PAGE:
As Russia’s invasion of Ukraine drags on, speculation regarding a potential coup d’état to oust President Vladimir Putin has ramped up.
After so many long months of grueling warfare, many Russian citizens and conscripted troops have tired of Putin’s unpopular war.
More than 20,000 Russian soldiers have been verified as killed, thousands of military weapons and equipment have been destroyed or captured, and internationally imposed sanctions have crippled the country’s economy.
For these reasons, some experts suggest that a coordinated plan to sabotage Putin is not as far-fetched as previously believed.
Earlier this year, former Kremlin speechwriter Abbas Gallyamov told CNN that a coup in Russia was possible.
In the interview, Gallyamov noted that, “The Russian economy is deteriorating, the war is lost. There are more and more dead bodies returning to Russia, so Russians will be coming across more difficulties and they’ll be trying to find explanation why this is happening, looking around to the political process and they’ll be answering themselves: ‘Well, this is because our country is governed by an old tyrant, an old dictator.’”
For these reasons, the former speechwriter predicted that, “In one year, when the political situation changes and there’s a really hated, unpopular president at the head of the country and the war is really unpopular, and they need to shed blood for this, at this moment, a coup becomes a real possibility.” For many, the end of the authoritarian leader’s reign in Russia would be welcomed. However, the probability of such a coup, and of a related end to Russia’s invasion, is not all that high.
The Main Rumors
When Jack Teixiera, the former member of the U.S. Air National Guard, was arrested in March after being accused of leaking classified Pentagon documents, coup rumors once again swirled. In addition to listing locations of Ukrainian troops and casualty numbers in the ongoing war, the leaked papers alleged that a plan to oust the Russian president was underway.
The New York Times reported that an effort to sabotage Putin was described in the leaked documents.
According to an unidentifiable Russian source reportedly with access to Kremlin officials, there was a secretive plan to forcibly remove Putin from power in early March while the president underwent a scheduled round of chemotherapy. Obviously, it is in Ukraine’s best interest to fuel rumors of Kremlin instability, which is why these narratives should be taken less than seriously.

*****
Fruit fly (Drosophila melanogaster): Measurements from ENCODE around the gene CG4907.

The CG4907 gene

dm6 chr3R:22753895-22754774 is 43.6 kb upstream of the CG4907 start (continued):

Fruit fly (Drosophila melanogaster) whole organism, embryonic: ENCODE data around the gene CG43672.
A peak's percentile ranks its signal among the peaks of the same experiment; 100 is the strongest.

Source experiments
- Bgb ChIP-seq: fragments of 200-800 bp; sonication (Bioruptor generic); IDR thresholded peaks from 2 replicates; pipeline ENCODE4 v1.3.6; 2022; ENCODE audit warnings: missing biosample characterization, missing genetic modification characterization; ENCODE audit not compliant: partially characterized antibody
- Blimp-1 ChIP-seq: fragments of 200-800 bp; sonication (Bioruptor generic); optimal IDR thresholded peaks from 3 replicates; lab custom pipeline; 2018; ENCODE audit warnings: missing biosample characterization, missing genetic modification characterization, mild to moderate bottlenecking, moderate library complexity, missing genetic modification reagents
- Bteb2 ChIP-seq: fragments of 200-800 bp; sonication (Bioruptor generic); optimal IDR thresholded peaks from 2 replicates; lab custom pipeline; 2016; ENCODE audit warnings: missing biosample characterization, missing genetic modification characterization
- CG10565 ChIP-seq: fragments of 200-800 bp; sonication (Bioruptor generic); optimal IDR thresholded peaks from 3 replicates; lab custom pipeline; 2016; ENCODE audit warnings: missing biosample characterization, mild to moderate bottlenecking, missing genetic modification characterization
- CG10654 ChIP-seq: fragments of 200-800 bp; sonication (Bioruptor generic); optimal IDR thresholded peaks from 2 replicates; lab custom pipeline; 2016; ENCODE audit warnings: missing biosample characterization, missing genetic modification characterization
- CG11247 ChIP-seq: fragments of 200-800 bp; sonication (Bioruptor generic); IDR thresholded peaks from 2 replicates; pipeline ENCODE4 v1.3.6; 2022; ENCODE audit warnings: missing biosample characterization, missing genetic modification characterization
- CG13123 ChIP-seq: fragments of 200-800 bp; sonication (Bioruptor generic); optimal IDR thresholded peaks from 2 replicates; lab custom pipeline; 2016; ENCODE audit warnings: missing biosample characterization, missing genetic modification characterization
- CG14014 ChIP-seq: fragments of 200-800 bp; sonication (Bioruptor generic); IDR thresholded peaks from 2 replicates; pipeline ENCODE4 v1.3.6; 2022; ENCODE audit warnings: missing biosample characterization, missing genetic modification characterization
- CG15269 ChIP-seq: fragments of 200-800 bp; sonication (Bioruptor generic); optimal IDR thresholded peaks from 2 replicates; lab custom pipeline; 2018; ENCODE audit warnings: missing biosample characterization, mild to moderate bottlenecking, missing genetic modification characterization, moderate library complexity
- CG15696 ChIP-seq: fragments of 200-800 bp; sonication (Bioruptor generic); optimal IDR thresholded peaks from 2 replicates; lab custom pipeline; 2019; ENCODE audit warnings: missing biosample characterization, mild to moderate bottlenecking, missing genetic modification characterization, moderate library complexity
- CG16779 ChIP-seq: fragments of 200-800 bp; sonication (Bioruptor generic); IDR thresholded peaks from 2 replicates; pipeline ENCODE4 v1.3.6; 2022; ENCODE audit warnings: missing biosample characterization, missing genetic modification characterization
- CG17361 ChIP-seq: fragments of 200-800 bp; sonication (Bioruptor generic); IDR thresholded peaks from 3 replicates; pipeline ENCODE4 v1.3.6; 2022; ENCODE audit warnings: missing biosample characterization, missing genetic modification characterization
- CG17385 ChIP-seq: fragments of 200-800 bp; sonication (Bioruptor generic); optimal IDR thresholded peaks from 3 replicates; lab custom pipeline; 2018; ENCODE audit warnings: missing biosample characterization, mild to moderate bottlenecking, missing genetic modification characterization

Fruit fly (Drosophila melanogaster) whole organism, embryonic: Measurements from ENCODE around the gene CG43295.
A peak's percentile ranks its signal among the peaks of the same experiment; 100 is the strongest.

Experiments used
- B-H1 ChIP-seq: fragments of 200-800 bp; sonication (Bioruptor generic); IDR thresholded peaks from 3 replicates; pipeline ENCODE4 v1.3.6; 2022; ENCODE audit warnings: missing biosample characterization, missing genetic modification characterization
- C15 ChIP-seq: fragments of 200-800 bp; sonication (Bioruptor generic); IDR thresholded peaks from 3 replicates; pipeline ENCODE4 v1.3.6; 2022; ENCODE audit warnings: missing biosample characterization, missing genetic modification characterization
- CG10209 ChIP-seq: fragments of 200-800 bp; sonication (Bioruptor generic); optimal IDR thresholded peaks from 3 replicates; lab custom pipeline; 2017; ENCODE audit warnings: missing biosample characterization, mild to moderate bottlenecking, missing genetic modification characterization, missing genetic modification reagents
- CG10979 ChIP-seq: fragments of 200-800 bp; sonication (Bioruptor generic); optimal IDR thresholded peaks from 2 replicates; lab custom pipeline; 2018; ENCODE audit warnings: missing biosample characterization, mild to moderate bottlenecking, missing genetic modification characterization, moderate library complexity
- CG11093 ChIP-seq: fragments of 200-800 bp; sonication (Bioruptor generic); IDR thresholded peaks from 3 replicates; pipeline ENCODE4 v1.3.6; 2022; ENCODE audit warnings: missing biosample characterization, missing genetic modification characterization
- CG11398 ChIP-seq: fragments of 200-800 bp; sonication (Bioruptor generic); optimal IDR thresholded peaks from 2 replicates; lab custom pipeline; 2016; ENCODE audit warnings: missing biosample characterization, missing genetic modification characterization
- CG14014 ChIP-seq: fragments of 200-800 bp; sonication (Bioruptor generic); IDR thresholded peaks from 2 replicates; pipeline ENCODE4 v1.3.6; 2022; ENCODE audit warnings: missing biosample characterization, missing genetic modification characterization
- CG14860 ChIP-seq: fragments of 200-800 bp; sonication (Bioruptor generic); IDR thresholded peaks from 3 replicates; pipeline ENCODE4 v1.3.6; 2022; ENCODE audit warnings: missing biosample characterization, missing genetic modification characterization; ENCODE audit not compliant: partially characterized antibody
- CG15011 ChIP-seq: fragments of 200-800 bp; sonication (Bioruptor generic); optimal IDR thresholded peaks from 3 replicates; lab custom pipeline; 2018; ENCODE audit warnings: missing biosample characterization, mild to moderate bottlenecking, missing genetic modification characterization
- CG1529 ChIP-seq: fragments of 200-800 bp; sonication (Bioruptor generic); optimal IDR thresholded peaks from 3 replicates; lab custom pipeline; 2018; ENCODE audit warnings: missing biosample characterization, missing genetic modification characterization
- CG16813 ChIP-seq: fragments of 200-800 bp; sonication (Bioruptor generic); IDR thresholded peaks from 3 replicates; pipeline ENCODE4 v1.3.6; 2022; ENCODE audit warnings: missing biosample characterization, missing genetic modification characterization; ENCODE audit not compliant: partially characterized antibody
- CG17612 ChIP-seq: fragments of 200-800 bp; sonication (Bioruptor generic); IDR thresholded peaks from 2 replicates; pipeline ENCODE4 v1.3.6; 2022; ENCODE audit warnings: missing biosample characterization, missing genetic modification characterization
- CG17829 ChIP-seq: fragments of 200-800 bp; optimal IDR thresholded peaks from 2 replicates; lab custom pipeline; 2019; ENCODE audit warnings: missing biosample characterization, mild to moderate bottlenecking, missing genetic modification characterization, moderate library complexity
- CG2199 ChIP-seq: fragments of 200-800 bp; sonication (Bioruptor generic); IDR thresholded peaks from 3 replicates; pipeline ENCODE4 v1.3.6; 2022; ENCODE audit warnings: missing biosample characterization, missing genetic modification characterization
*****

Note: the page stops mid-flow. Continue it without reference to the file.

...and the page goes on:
A secondary coup rumor circulated before the leaked Pentagon papers. The leader of Russia’s paramilitary Wagner Group, Yevgeny Prigozhin, has criticized Russian troops on social media, claiming that his own soldiers were responsible for some of the gains made in the town of Soledar, in the Donetsk region, earlier this year.
Prigozhin took to Telegram to channel his anger, purporting that, “They are constantly trying to steal victory from the Wagner PMC [private military company] and talk about the presence of the unknown, only to belittle their merits.”
While many would be pleased with Putin’s removal from power in Russia, there is no guarantee that the president’s successor would be any less brutal.
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Maya Carlin, a Senior Editor for 19FortyFive, is an analyst with the Center for Security Policy and a former Anna Sobol Levy Fellow at IDC Herzliya in Israel. She has by-lines in many publications, including The National Interest, Jerusalem Post, and Times of Israel. You can follow her on Twitter: @MayaCarlin.
May 20, 2023 at 7:47 am
Putin retirement plan
Sofronie the Monk
May 22, 2023 at 10:40 am
@Aldol11: there’s also the Ipatiev way.
May 24, 2023 at 5:34 pm
Jan 6 coup might have prevented the war.
May 24, 2023 at 9:51 pm
Ukraine’s problem is the lack of time, which, in the absence of resources for the offensive, calls into question the prospects of the Kyiv junta.
Practically every day in Ukraine, warehouses with weapons and equipment worth hundreds of millions of dollars are destroyed, and donor countries are not able to make up for these losses – the combat capability of many NATO member countries has been called into question.
Poland has ammunition for 7 days, the British army – once the strongest on the continent, can hardly complete several brigades, Germany is able to field only three tank battalions.
Yes, and Russia, in response to the attack of the Kremlin, struck a blow at the headquarters of Ukraine, eliminating or incapacitated the commander-in-chief of Ukraine – Zaluzhny.
Zelensky generally fled the country and is touring NATO member countries, just not to return to the territory of Ukraine, because he is afraid of falling under a missile attack.
The clock is ticking, and Ukraine has no potential for a full offensive. The United States is in a financial crisis, and elections are coming and the Republican Party is using the card of military failures in Ukraine to the fullest